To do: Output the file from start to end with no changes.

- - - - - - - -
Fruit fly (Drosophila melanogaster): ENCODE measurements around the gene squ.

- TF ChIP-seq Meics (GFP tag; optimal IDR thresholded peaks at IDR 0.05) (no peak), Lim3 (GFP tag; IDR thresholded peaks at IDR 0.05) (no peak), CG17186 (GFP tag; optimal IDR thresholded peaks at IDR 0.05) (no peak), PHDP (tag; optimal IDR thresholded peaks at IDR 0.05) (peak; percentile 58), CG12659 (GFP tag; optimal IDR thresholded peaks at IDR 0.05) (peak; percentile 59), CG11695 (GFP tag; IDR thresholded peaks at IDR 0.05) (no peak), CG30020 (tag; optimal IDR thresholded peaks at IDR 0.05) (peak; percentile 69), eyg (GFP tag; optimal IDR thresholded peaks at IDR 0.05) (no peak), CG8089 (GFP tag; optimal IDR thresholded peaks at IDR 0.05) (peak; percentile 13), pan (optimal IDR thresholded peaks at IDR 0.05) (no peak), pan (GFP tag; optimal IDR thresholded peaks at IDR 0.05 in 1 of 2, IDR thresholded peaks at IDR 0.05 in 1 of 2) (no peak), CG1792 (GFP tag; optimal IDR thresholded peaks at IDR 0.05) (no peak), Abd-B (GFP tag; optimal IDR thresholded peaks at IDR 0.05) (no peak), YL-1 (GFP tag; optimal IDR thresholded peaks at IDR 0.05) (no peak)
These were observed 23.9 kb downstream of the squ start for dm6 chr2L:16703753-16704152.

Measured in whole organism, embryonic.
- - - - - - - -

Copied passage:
Fruit fly (Drosophila melanogaster): ENCODE measurements around the gene squ.

- TF ChIP-seq Meics (GFP tag; optimal IDR thresholded peaks at IDR 0.05) (no peak), Lim3 (GFP tag; IDR thresholded peaks at IDR 0.05) (no peak), CG17186 (GFP tag; optimal IDR thresholded peaks at IDR 0.05) (no peak), PHDP (tag; optimal IDR thresholded peaks at IDR 0.05) (peak; percentile 58), CG12659 (GFP tag; optimal IDR thresholded peaks at IDR 0.05) (peak; percentile 59), CG11695 (GFP tag; IDR thresholded peaks at IDR 0.05) (no peak), CG30020 (tag; optimal IDR thresholded peaks at IDR 0.05) (peak; percentile 69), eyg (GFP tag; optimal IDR thresholded peaks at IDR 0.05) (no peak), CG8089 (GFP tag; optimal IDR thresholded peaks at IDR 0.05) (peak; percentile 13), pan (optimal IDR thresholded peaks at IDR 0.05) (no peak), pan (GFP tag; optimal IDR thresholded peaks at IDR 0.05 in 1 of 2, IDR thresholded peaks at IDR 0.05 in 1 of 2) (no peak), CG1792 (GFP tag; optimal IDR thresholded peaks at IDR 0.05) (no peak), Abd-B (GFP tag; optimal IDR thresholded peaks at IDR 0.05) (no peak), YL-1 (GFP tag; optimal IDR thresholded peaks at IDR 0.05) (no peak)
These were observed 23.9 kb downstream of the squ start for dm6 chr2L:16703753-16704152.

Measured in whole organism, embryonic.